See Something, Do Something: Cookie's Lumpectomy
From The End Of A Lead Line To Casa Jasmine: Meet Cookie, Our New Adoptee
And So It Begins Again(?) Our First Health-Related Heart Attack With Cookie
I Didn't Know I Could Fly: Why Cookie Wears A Harness Instead Of A Collar
C.E.T. Oral Hygiene Chews For Dogs CAN Be A Choking Hazzard
Our First Health-Related Heart Attack With Cookie: The Knee Or The Foot?
Creative Solutions And An Incidental Product Review
Too Young For Pot: Cookie's Snack With A Side Of Hydrogen Peroxide
Taming Of The Wild Beast: Cookie's Transition To Civilization
Staying On Top Of The Ears: Cookie Is Not Impressed
Putting The Easy Back Into Walking
Cookie's Ears Are Still Not Happy
The Threat Of The Bulge Is Always Lurking
Today Is Cookie's Three-Months Adoptoversary
Cookie Meets The Electric Horse Fence And Her First Chiropractic Adjustment
Why Examine Your Dog's Vomit?
Why Is That Leg Still Not Happy? Cookie's Leg Keeps Getting Sore
Cookie Too Is Insured With Trupanion
Does Being Insured Mean Being Covered? Our First Claim With Trupanion
Is Cookie's Leg Finally Getting Better?
Is Cookie Going To Be Another Medical Challenge Or Are We Looking To Closely?
The Project That Is Cookie: Pancreatitis Up Close And Personal
Pancreatitis: Cookie’s Blood Work
Another Belly Upset: Pancreatitis Again Or Not?
Happy Birthday, Cookie
Incontinence? Cookie's Mysterious Leaks
Who's Training Whom? Stick And Treat
Don't Just Stand There, Do Something? Cookie's Mysterious Bumps
Cookie's Mysterious Bumps Update
One Vomit, No Vomit
Happy One-Year Adoptoversary, Cookie!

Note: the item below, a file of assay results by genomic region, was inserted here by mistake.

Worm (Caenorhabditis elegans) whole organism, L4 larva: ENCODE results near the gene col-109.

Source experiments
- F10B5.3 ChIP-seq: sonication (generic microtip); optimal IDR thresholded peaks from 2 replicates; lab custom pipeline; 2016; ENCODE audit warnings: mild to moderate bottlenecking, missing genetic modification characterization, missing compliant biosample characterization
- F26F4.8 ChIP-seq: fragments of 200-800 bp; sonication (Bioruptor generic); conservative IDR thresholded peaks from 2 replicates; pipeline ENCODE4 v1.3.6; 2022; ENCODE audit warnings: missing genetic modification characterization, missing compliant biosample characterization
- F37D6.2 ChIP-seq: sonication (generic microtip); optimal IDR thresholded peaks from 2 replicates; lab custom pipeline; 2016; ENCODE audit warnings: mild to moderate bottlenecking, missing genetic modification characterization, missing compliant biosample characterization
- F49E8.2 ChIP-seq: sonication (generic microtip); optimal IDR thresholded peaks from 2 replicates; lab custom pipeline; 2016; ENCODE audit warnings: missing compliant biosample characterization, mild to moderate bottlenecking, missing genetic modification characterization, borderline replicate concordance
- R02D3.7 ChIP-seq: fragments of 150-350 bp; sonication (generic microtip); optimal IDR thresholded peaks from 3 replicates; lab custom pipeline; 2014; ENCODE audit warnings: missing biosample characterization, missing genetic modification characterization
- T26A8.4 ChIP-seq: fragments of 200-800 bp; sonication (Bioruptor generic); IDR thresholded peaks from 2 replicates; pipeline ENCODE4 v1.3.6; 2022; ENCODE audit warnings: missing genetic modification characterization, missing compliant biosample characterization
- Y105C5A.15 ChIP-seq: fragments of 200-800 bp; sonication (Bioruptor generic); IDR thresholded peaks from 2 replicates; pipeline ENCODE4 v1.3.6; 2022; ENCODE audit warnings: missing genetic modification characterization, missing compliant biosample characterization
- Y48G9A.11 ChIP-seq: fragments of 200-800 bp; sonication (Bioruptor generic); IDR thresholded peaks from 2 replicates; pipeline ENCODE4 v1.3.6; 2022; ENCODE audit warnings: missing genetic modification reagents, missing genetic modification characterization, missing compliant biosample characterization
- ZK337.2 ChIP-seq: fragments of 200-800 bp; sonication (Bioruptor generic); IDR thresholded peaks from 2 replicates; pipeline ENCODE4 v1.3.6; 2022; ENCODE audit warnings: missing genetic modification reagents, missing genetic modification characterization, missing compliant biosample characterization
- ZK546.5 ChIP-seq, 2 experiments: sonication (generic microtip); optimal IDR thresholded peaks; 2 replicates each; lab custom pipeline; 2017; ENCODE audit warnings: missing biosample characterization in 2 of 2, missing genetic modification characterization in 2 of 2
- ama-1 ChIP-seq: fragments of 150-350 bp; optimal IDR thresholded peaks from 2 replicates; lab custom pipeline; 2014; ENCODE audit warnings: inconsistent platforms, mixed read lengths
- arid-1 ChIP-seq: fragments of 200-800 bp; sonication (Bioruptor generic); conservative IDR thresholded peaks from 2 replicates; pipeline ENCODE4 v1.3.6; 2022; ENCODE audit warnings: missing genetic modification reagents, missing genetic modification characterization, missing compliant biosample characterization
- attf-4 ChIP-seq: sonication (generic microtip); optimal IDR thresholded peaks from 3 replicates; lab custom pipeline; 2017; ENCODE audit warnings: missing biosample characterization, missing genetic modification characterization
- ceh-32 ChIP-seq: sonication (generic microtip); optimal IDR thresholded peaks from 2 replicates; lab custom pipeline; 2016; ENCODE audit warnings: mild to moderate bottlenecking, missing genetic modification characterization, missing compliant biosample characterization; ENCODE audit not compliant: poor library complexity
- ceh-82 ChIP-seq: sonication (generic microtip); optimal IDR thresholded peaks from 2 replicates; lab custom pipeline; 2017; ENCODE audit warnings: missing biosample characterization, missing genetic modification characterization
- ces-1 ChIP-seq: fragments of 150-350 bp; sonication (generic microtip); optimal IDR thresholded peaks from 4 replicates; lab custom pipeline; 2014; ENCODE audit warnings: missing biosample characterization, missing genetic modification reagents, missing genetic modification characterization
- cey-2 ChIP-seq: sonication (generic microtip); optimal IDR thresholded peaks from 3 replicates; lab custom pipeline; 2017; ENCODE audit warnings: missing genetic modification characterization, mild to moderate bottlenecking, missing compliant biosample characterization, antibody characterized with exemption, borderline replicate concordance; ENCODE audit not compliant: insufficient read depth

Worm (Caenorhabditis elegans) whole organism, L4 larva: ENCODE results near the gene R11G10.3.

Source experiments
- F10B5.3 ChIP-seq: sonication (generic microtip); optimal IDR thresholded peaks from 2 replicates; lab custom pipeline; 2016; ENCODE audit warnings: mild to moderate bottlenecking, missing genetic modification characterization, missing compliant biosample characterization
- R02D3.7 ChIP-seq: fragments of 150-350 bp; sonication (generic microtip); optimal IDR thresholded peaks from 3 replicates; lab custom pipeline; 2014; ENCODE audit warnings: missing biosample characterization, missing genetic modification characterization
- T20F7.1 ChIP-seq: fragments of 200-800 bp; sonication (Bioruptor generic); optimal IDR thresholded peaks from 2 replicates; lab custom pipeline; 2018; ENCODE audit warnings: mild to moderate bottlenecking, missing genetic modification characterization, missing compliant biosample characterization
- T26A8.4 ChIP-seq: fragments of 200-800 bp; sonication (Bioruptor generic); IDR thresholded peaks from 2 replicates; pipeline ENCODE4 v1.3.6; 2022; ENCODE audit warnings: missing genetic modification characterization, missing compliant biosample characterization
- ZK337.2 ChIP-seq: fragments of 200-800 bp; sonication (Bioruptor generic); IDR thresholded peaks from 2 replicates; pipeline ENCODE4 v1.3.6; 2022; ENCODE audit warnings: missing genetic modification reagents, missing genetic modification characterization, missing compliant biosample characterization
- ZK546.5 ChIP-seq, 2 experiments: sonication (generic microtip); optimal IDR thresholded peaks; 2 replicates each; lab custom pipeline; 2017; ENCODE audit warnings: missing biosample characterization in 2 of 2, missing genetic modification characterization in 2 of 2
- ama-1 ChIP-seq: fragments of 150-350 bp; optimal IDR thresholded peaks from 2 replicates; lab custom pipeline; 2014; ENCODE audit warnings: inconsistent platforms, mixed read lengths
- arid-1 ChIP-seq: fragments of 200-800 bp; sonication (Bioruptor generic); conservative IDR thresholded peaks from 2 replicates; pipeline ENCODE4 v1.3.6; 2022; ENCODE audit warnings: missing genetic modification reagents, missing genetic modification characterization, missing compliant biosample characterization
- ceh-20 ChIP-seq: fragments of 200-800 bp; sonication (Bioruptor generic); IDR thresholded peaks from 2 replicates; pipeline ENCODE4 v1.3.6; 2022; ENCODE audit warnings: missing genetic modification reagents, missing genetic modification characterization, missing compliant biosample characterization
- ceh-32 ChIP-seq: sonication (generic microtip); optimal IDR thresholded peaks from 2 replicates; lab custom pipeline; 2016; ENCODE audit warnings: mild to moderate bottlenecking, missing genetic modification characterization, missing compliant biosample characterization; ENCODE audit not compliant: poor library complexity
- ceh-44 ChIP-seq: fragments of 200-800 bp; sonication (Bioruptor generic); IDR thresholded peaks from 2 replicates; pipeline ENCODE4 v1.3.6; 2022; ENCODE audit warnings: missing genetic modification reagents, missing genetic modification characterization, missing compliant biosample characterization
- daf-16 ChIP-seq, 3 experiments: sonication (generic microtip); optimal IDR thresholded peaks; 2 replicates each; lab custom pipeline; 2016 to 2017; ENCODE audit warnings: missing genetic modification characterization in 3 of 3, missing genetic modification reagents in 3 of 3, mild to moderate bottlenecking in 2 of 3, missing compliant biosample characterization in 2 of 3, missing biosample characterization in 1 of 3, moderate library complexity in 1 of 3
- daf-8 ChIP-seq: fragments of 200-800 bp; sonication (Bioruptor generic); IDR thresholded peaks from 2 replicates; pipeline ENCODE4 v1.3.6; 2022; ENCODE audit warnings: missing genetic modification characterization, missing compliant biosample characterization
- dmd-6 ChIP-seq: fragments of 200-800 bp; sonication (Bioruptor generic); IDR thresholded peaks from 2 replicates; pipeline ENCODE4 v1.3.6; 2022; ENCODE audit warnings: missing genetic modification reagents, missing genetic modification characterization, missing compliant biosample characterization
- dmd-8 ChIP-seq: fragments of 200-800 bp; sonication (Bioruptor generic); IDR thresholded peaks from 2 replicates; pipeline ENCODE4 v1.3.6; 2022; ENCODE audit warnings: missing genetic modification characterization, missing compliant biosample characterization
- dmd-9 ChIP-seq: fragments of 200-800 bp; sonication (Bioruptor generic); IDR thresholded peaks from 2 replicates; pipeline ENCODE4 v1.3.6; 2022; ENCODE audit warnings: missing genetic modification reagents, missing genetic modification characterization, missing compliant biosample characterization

Cookie's Leaks Are Back: Garden Variety Incontinence Or Not?
Cookie's Leaks Update
Don't Panic, Don't Panic: Know What Your Job Is
The Continuing Saga Of Cookie's Leeks: Trying Chiropractic Approach
Cookie's Minor Eye Irritation
Regular Wellness Exam: Cookie's ALT Was Elevated
Cookie's Plantar Paw Pad Injury
How Far To Take It When The Dog Isn't Sick?
Cookie Has Tapeworm Infection
Cookie's Elevated ALT: The Ultrasound and Cytology
Cookie's ALT Update
The Importance of Observation: Cookie's Chiropractic Adjustment
Sometimes You Don't Even Know What You're Looking at: Cookie's Scary "We Have No Idea What that Was"
Living with an Incontinent Dog
Summer Dangers: Cookie Gets Stung by a Bald-faced Hornet
To Breathe or Not To Breathe: Cookie's Hind Legs Transiently Fail to Work (Again)
Figuring out What Might Be Going on with Cookie's Legs: The Process
Figuring out What Might Be Going on with Cookie's Legs: The Diagnosis
Cookie's Iliopsoas Injury Treatment: Trazodone
Cookie's Iliopsoas Injury Treatment: Other Medications
Cookie's Iliopsoas Injury Treatment: Laser, Hydrotherapy and Chiropractic
Cookie's Recovery from Iliopsoas Injury: ToeGrips
It Never Rains ... Cookie's New Injury
Mixed Emotions: When What You Should Do Might Not Be What You Should Do for Your Dog
Cookie's New Injury Update
Cookie's Iliopsoas Injury: The Symptoms
Cookie's Iliopsoas Injury: Battling the Zoomies
Cookie's Muscle Injuries: What Else Is Going On?
Theory and Actual Decisions for an Actual Dog Aren't the Same Thing: Cookie's Knee Injury
Does Your Vet Listen to You? Cookie's Post-Sedation Complications
Would I Ever Treat a Symptom Directly?
Platelet-Rich Plasma (PRP) Treatment for Cookie's Bad Knee(s)
Platelet-Rich Plasma (PRP) for Cookie's Bad Cruciate Update
Injury or Surgery Recovery: Mishaps versus Setbacks
See Something, Do Something: Cookie's Lumpectomy
Cookie's Lumpectomy Update
Using Pressure Pads to Evaluate Lameness in Dogs: My Observations
Cookie's Musculoskeletal Challenges: What Supplements Am I Using?
Cookie's Musculoskeletal Challenges: Restricted Activity and Weight Management
Cookie's PRP Treatment for Partial Cruciate Tear: Update
Has Your Dog's Physical Therapist Taken Dog Training Classes?
Cookie's PRP Treatment for Partial Cruciate (CCL/ACL) Tear Update and Considering the Future
Still Confused About Cookie's Incontinence